Scott Genius 900 Tuned | 2015 Bible of Bike Tests

The trappings of a trail ripper hung on a cross-country speed machine


The Genius is Scott's answer to the do-it-all trail bike, which is why it's equipped with TwinLoc. In full-travel mode, the bike boasts 130 millimeters of travel. Clicking the handlebar-mounted Twin Loc switch into 'Traction Control' mode steepens the geometry and reduces rear travel to 90 millimeters. Click it again into 'Climb' and the bike's suspension (front and rear) locks out.

The Genius 900 Tuned is the pinnacle of the line: Its carbon frame is decked out in SRAM XX1 drivetrain, Shimano XTR brakes, carbon Syncros/DT wheels, a Reverb Stealth dropper post, a Fox 32 fork and a custom Fox Nude rear shock. All that carbon and bling carries a steep price tag. Scott, however, offers a Genius 910 model that sports many of the same features (albeit with an alloy swingarm and Shimano XT kit) for $5,000.

The Genius had a few of our testers scratching their heads. The 23.8-pound 29er gains elevation with ease, but testers were divided on whether TwinLoc was truly an asset. The locked-out mode is certainly a boon on smooth fire-road ascents, but on our loose and rocky singletrack climb, most testers opted to ride the bike in 'Traction Control' mode. Some riders were content with that short-travel setting, but a few didn't feel it offered the ideal balance of efficiency and traction. As one tester put it, "It's impressive technology, but I'd love to climb with this bike in full-travel mode, with a simple 'lock out' setting." All testers, however, agreed that Scott got the fundamentals right: The parts spec is faultless and, thanks to its smart geometry, this is one very nimble 29er.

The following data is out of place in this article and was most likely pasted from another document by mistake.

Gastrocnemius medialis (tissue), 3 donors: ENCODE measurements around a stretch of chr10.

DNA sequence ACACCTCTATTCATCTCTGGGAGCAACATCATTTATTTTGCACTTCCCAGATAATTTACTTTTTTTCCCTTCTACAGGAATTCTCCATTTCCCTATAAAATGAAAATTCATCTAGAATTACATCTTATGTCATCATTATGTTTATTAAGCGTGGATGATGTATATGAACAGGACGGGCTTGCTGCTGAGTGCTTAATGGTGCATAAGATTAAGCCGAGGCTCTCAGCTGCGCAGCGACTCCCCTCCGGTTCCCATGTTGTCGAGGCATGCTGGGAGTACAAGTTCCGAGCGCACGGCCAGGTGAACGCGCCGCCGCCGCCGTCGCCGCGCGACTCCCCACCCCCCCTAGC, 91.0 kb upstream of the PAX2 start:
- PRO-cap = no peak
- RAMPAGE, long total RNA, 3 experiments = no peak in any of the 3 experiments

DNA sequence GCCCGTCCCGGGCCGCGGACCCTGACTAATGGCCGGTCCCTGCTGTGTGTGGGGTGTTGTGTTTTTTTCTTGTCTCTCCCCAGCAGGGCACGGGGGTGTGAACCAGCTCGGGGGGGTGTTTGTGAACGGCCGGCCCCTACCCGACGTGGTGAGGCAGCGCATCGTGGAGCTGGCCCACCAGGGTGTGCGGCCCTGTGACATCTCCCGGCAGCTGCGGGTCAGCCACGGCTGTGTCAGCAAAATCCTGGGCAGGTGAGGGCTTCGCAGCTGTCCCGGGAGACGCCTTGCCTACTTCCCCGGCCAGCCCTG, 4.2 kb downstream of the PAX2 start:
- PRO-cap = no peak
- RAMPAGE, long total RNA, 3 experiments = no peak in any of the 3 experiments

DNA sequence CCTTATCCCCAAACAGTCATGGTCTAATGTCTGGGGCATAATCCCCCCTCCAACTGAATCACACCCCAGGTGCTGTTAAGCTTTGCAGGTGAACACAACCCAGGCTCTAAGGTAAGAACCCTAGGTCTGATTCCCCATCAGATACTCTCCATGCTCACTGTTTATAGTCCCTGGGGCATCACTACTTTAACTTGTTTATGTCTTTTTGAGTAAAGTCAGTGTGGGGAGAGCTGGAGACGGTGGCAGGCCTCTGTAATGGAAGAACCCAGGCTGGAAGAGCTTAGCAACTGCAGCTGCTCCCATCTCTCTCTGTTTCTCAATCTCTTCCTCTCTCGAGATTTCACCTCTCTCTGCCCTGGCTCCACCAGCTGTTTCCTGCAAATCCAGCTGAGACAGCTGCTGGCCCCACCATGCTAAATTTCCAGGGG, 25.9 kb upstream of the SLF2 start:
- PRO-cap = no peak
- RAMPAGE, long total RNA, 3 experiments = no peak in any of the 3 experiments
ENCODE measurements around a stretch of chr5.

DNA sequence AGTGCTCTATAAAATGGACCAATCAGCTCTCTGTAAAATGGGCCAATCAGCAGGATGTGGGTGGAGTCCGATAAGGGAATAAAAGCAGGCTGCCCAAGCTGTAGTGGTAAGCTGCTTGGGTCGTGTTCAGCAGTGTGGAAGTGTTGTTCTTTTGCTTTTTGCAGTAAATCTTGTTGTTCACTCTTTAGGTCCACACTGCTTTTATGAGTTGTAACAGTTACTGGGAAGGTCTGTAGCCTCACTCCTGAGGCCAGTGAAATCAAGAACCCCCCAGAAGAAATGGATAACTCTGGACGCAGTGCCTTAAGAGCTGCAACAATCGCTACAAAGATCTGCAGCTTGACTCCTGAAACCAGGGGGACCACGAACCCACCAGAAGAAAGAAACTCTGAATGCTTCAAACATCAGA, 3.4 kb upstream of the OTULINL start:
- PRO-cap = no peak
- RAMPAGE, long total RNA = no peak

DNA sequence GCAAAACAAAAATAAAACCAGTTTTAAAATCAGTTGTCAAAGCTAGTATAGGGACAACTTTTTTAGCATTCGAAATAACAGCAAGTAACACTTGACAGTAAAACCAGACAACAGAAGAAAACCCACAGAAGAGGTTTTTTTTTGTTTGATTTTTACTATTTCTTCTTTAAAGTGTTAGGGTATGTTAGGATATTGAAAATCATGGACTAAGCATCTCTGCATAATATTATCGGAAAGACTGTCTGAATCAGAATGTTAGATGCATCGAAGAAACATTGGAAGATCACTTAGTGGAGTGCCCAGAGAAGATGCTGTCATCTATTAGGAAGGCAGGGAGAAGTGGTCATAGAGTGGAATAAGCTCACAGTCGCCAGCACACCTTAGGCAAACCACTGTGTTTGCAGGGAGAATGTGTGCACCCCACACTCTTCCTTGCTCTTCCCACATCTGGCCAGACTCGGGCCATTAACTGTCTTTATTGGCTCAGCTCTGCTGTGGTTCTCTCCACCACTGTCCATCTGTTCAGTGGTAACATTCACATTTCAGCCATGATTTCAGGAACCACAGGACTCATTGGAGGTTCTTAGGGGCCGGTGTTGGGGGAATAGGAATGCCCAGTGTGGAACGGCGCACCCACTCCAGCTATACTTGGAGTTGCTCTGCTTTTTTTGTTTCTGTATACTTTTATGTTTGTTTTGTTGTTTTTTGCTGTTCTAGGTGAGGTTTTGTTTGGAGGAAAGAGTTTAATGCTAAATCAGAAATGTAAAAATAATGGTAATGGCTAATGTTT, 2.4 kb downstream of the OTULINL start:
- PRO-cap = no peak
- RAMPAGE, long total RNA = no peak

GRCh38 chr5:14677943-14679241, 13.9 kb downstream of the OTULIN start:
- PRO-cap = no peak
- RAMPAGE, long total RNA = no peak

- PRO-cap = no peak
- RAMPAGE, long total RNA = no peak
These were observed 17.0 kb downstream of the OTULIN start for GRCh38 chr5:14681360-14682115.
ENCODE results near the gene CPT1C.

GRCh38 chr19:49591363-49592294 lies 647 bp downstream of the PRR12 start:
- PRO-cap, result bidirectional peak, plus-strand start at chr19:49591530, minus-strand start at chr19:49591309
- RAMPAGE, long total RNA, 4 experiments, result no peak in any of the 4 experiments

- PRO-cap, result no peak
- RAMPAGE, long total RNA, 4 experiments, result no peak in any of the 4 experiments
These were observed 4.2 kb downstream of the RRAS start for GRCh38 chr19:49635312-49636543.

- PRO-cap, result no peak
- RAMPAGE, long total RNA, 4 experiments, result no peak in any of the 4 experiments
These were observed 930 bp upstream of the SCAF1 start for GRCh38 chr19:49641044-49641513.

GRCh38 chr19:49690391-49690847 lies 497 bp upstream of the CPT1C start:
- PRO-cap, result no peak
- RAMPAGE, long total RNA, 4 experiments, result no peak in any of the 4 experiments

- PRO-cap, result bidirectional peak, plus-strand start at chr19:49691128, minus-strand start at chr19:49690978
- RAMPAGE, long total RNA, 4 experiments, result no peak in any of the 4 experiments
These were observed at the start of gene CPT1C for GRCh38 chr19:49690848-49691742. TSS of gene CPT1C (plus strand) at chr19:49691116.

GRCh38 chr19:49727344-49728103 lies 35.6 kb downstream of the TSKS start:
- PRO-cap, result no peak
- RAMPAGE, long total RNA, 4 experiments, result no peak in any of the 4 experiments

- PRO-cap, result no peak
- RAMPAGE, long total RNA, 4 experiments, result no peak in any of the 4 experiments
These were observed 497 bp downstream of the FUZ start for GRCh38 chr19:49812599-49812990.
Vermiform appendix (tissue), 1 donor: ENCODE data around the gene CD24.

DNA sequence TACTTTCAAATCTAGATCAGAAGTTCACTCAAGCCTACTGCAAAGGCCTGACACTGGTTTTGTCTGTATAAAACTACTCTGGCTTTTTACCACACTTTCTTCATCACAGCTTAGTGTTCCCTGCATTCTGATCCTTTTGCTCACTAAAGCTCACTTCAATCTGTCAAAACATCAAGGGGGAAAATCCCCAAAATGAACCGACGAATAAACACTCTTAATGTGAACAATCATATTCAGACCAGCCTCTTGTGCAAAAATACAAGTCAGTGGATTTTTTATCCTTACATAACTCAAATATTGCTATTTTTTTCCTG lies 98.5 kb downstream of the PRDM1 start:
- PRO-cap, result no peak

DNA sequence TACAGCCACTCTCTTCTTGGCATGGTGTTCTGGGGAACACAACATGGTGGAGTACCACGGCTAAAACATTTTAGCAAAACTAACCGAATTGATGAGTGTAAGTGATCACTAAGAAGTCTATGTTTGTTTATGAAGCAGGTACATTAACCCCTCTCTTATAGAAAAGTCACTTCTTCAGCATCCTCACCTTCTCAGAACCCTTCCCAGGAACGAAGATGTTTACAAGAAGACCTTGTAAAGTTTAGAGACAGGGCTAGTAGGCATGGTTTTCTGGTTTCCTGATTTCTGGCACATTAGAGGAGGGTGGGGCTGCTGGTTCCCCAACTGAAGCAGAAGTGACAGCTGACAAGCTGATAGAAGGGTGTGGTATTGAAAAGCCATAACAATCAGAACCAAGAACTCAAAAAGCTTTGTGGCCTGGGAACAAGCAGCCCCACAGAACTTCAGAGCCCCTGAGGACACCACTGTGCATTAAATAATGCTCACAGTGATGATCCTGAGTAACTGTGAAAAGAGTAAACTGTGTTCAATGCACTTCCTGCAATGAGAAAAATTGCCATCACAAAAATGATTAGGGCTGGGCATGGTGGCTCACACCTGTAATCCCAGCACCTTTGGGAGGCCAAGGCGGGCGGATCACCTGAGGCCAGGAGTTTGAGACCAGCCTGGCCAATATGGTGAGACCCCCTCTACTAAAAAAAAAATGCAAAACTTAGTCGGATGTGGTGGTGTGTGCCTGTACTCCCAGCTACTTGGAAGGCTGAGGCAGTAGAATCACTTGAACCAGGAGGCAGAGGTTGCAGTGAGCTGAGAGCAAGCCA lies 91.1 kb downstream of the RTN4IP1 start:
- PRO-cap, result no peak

When compared alongside the other trail bikes in this issue, the Genius 900 Tuned didn't prove to be a particularly fearless descender; it's better described as a very capable cross-country rig. The longer-legged Genius LT is a better pick for enduro/all-mountain riders.

But as an all-rounder–a bike that can help you tear the legs off your frenemies in an XC race and that also excels at grueling, all-day grinders–this Genius is a smart choice.
– Vernon Felton

Scott Genius 910 Tuned


Q & A with Zack Vestal, U.S. bike marketing manager – Scott

We had questions about the new bikes before we even got our test rigs, so we sent out a few queries—the kind of things we thought you might be asking yourself when you're looking at this bike. Then we sent out another round of asks if any major questions or issues came up during testing. Here's the feedback we received from Scott's U.S. bike marketing manager, Zack Vestal.

Consider this a bonus feature—just a little something extra to chew on if you're still hungry for information after you've watched our video reviews and flipped through the Bible of Bike Tests.
—Vernon Felton, Bible of Bike Tests Moderator

VERNON FELTON: Who's the ideal rider (or the ideal type of trail) for the Genius?

ZACK VESTAL: Honestly, among us at Scott, we talk about the Genius series bikes (both wheel sizes) as if they're the perfect bike for 80 percent of the riders on the trail. They're not built for the elite 5-10 percent of enduro racers that need more travel and burlier builds. And they're not for the elite 5-10 percent of XC racers who are more concerned about weight at all costs. The Genius bike is for people who want to do a bit of everything.